Not including program expenses, about how much money did you spend on food and other expenses each week? $100
Do you have any general money-saving tips for future study abroad participants? Buy a 24-hour Tokyo Metro train pass - for 600 yen, you have unlimited rides on all Tokyo Metro trains. There are student discounts for museums and other train passes, too.


* Did your program have a foreign language component? Yes
How much did the program encourage you to use the language?

0 = No encouragement, 5 = frequent encouragement to use the language

6 hours of Japanese each week with weekly quizzes, tests and oral exams.

How would you rate your language skills at the beginning of the program? None
How would you rate your language skills at the end of the program? Beginner
What was the highest level language course you had completed prior to departure? 4 years of French
How many hours per day did you use the language?
Do you have any tips/advice on the best ways to practice the language for future study abroad participants? Know and love Hiragana - Katakana is not as important, but it certainly helps you read menus.

Other Program Information

* Where did you live?

Select all that apply

  • Dorm
* Who did you live with?

Select all that apply

  • Americans
* Who did you take classes with?

Select all that apply

  • Americans
About how many local friends did you make that you will likely keep in touch with?

A Look Back

* What did you like most about the program?
  • Directors were always available and willing to help
  • Field placement/internship
* What could be improved?
  • Take classes with Kanda University, rather than just IES-sponsored courses
* What do you know now that you wish you knew before going on this program? The location. It's not Tokyo. They also make it seem like you're going to be taking classes with locals, but you're only enrolled in IES courses with other IES kids. Unless you're fluent in Japanese, you won't be enrolled in any University courses.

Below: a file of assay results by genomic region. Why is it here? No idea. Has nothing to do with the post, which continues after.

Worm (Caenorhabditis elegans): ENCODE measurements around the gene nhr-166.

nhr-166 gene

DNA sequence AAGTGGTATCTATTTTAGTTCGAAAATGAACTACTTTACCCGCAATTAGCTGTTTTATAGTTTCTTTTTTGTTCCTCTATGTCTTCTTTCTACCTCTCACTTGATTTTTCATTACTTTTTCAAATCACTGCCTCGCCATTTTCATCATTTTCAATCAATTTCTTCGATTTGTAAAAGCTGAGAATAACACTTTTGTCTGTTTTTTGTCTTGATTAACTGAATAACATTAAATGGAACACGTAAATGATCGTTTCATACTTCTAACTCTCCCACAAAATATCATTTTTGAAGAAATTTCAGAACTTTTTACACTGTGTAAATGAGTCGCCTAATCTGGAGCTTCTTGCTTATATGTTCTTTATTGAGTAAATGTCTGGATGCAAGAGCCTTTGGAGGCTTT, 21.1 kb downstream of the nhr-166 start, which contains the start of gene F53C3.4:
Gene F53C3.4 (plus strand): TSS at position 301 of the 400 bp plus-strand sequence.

Reasons For Studying Abroad

To help future students find programs attended by like-minded individuals, please choose the profile that most closely represents you.
The Nearly Native or Trail Blazer
Craving the most authentic experience possible, perhaps you lived with a host family or really got in good with the locals. You may have felt confined by your program requirements and group excursions. Instead, you'd have preferred to plan your own trips, even skipping class to conduct your own 'field work.'

Individual Course Reviews

Course Name/Rating:

The Contemporary Economy of Japan

Course Department:
Instructor: Sugimoto
Instruction Language: English
Comments: If you can only take one class on this program, make sure it's Economics with Sugimoto. Not only is the professor engaging and fun, we learned a lot about the contemporary Japanese economy: fashion, healthcare, marketing, the car industry, electronics and the future and Abenomics. I loved that we took field trips!
Credit Transfer Issues: Nope!